Posts tagged “woodwind repair and maintenance”

June 17, 2016

Woodwind instrument “care kits” are bad news

Congratulations on your new student-level flute, oboe, clarinet, bassoon, or saxophone! Your music store's friendly sales associate is probably insisting that you purchase a "care kit" as well. I recommend that you do not buy it, because it is, at best, a waste of your money, and, at worst, a hazard to the instrument's wellbeing.

March 10, 2016

Repair or buy new?

Should you have your old (woodwind) instrument repaired, or put the money toward a new one? Here are a few things to consider. First, you should understand the difference between having “playing condition” repairs done and having a full overhaul done. The overhaul is an expensive service, often costing a significant percentage of what you would spend ...

January 19, 2012

A toolkit for simple woodwind repairs

I think it’s really valuable to be able to do a few small repairs on woodwind instruments. As a doubler, I’ve found it to be a financial necessity—I can’t afford to run to the repair shop every time some little thing needs tweaking on one of my instruments—and it’s a great way to get to ...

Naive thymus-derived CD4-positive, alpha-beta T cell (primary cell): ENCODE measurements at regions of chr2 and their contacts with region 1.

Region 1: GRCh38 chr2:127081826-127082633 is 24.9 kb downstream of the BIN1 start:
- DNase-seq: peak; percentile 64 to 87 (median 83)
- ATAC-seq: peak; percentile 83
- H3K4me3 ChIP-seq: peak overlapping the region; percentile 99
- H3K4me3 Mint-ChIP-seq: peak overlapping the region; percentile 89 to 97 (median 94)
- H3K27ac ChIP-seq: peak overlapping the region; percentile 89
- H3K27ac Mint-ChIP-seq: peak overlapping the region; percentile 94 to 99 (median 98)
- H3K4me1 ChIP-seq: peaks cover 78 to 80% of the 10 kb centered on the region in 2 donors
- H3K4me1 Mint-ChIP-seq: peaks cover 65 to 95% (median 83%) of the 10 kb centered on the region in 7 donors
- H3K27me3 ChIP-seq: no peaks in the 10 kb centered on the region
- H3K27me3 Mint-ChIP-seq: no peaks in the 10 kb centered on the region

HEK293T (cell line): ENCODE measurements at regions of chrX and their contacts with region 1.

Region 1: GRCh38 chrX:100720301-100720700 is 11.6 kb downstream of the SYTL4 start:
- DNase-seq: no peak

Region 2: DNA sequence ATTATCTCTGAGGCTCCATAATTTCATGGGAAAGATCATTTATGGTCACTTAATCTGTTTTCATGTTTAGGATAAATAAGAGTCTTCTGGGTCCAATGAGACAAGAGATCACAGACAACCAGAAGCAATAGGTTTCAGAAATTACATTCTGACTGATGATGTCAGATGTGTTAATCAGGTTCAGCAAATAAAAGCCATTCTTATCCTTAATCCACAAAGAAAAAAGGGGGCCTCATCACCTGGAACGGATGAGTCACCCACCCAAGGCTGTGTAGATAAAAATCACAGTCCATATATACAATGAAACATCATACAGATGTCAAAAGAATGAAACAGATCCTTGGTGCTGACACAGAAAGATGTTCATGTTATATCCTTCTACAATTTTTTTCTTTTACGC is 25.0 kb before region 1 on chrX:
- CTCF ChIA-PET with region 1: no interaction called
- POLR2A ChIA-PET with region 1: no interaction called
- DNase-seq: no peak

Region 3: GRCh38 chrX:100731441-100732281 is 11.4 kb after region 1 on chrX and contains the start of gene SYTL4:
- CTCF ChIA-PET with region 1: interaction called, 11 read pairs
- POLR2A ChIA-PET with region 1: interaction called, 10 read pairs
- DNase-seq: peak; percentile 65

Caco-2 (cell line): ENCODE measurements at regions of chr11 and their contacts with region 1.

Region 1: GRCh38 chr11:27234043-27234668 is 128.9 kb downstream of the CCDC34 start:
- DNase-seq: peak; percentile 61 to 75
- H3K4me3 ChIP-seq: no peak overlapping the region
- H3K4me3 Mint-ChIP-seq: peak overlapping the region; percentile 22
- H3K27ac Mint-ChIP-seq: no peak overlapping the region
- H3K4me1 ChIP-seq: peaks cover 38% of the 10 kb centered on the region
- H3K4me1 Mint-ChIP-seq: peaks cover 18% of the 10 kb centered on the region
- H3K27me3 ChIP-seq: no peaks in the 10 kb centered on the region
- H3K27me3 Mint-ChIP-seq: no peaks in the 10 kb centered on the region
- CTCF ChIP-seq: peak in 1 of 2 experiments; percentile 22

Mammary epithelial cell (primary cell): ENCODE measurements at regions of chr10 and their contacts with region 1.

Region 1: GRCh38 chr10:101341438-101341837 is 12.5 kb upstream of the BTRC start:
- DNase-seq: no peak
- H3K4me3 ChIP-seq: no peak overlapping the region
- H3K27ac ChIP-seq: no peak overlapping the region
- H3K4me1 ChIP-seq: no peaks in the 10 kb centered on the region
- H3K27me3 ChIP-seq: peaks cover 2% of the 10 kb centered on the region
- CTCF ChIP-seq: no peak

October 2, 2011

Do it yourself: replace a tenon cork

One of the most common woodwind repair needs is replacement of a clarinet or oboe tenon cork (or bassoon, if you have cork joints, or wooden piccolo, or recorder…). It’s an easy job, and doesn’t require much more than a piece of cork and a few minutes. Let’s do it. A few weeks ago, I ...

August 7, 2011

Do it yourself: replace saxophone palm key pads

If you’re interested in learning to do some pad replacements on your instrument(s), saxophone left-hand palm keys are a good place to start. Here’s why: The palm keys don’t have any dependencies—they don’t move any other keys and aren’t moved by any other keys. So replacing a palm key pad won’t set off a chain ...

November 16, 2008

Take your instruments apart

I highly recommend taking your instruments apart. Here’s why: There’s no better way to understand the workings of a mechanical device like a woodwind instrument than to take it apart and put it back together again. They’re your tools. You should understand how they work. Take ownership of your instrument’s maintenance. Discover problems that need ...
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